(Morris Avenue to Passaic Avenue)
The west side of this block included: The First National Bank, Patterson Real Estate and Insurance, the Post Office, O.H. Brown Real Estate, and H.H. Moore Real Estate and Insurance.
The bank was organized in March 18, 1901 with a capital of $25,000 and a paid-in surplus of $12,500. It had all the modern facilities of the time including a manganese steel safe in a fire and burglar proof vault. "The Spring Lake bank is in the hands of men of unquestioned integrity and financial ability and the directory includes the names of some of our most solid and substantial citizens. O.H. Brown is president, W.H. Potter, vice-president, and Fred F. Schock, cashier. These with E.V. Patterson and Frank Durand compose the board of directors." Spring Lake Gazette, July 11, 1902 (Three of these gentlemen served as early mayors of Spring Lake).
The second floor of this building has always been used for office space. For a while the telephone company was here. Many local right-handed young women worked there. The telephone company would not hire left-handers because all the equipment was set up for use with the right hand.
(John W. Clapp Associates)
Mr. Patterson came to Spring Lake to serve as the train master of the Spring Lake Beach railroad station. In 1892, when Spring Lake Beach and North Spring Lake merged, he was elected the first mayor of the new borough of Spring Lake.
Like most early businessmen, Edward V. Patterson had
diversified interests. He had an express service which
picked up the luggage and household staff of the summer residents which he delivered to the cottages or hotels. He also sold real estate and insurance.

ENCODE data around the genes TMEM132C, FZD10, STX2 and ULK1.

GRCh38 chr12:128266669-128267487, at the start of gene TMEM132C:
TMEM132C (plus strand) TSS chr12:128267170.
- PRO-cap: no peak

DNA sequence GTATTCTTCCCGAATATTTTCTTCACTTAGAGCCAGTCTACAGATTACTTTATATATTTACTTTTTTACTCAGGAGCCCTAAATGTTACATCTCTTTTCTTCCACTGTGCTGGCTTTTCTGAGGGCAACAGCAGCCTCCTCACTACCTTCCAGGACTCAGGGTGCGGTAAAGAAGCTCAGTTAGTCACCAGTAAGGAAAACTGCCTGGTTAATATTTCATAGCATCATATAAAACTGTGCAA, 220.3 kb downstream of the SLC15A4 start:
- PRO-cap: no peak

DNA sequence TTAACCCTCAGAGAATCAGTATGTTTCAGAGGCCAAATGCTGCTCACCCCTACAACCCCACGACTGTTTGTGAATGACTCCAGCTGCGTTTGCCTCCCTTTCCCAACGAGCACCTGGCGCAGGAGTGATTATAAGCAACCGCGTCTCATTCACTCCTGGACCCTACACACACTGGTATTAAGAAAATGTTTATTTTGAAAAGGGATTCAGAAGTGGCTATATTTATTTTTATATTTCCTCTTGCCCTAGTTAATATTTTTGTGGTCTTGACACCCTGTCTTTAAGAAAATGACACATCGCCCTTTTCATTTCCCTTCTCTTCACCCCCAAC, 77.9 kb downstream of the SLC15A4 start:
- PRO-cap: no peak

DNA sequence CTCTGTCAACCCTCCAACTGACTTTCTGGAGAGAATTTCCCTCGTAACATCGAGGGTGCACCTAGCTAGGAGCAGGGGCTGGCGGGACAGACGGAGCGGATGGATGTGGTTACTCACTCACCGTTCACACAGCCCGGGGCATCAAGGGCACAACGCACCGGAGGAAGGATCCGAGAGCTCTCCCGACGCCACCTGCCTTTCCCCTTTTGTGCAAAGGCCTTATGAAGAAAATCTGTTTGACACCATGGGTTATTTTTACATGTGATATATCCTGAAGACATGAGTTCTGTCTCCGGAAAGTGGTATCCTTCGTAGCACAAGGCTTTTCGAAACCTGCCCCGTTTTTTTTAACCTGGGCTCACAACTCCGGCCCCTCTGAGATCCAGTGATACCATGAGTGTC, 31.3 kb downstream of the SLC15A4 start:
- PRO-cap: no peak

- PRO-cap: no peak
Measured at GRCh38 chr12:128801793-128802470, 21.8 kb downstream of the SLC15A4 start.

Mr. Patterson's oldest son Arden had the haberdashery next door.
First National Bank and E.V. Patterson Building
|After the 1900 fire, the post office moved to Third Ave. For a short time it was in the new National Bank building and then took up quarters where Veronica's is now. The post office then moved to Morris Avenue to where the Hobby Shop is now and then up to 1410 Third Avenue. In December of 1996, it moved to Spring Lake Heights.||
Boy Scout Campout, Third & Washington Avenues,
site of Post Office, Spring Lake Historical Society collection,
Braly Studio photo, donor Bob Todd
Everything changes. Third Avenue is no exception. When it was laid out and graded, it was a dirt street on which horses trotted and carriages rolled. Eventually the automobile replaced the horse, and in 1920, the avenue was paved. Livery stables became garages. Automobile dealerships, and auto repair shops appeared. Gas pumps sprang up along the avenue.
For nearly the first half of this century, Third Avenue was a clearly defined line dividing two Spring Lakes. There was the Spring Lake east of Third Avenue and the Spring Lake west of Third Avenue. During the summer, the town east of Third Avenue glittered and bustled with the activities of the summer visitors. During the winter months, east of Third was dark and empty. All the homes and hotels were boarded up for the season. West of Third Avenue, lived the year round residents; the people who operated the business which supported the resort community. Third Avenue itself changed with the seasons. Winter saw many of the stores close for there was not a population large enough to support them. The people and the Avenue had to adjust to the seasons. As Dr. Robert Patterson put it: "It was three months scurry and nine months worry".
After the Second World War, more people made Spring Lake their permanent home. Today, most Spring Lakers are year round residents and Third Avenue's businesses stay open all year.
Boyd, William H. Jersey Coast Directory, 1886-7.
Colrick, Patricia, coordinator, "Guide to Businesses on Spring Lake's Third Avenue/Property Owners", Spring Lake Design Assistance Committee, 1995.
Colrick, Patricia, research notes pertaining to Third Avenue.
Haulenbeek, Jane, "Miss Allison. 50th anniversary", video, Spring Lake Historical Society, 1996.
The Jersey Coast, George W. Richardson, New York.
"Jersey Pioneer", Asbury Park Sunday Press, Nov. 14, 1971.
Spring Lake Gazette
St. Andrews Church Cookbook, reprint of 1903 edition.
Sucato, Kristy J., "Ye Towne Shop Fits Out Three Generations", The Coast Star, May 30, 1996.
Thermann, Walter, and Bob Todd, Jerry Tricarico, Stan Truax, Bill Wingard, Marie Wingard, "Reminences of Old Spring Lake", video, Spring Lake Historical Society, March 28, 1993.
Wingard, Marie, "Mr. Crisanti at the Shoe Shop" video, Spring Lake Historical Society, July 25,1988. Wrege, Charles D., Spring Lake, An Early History, The Bicentennial History Committee, 1976.
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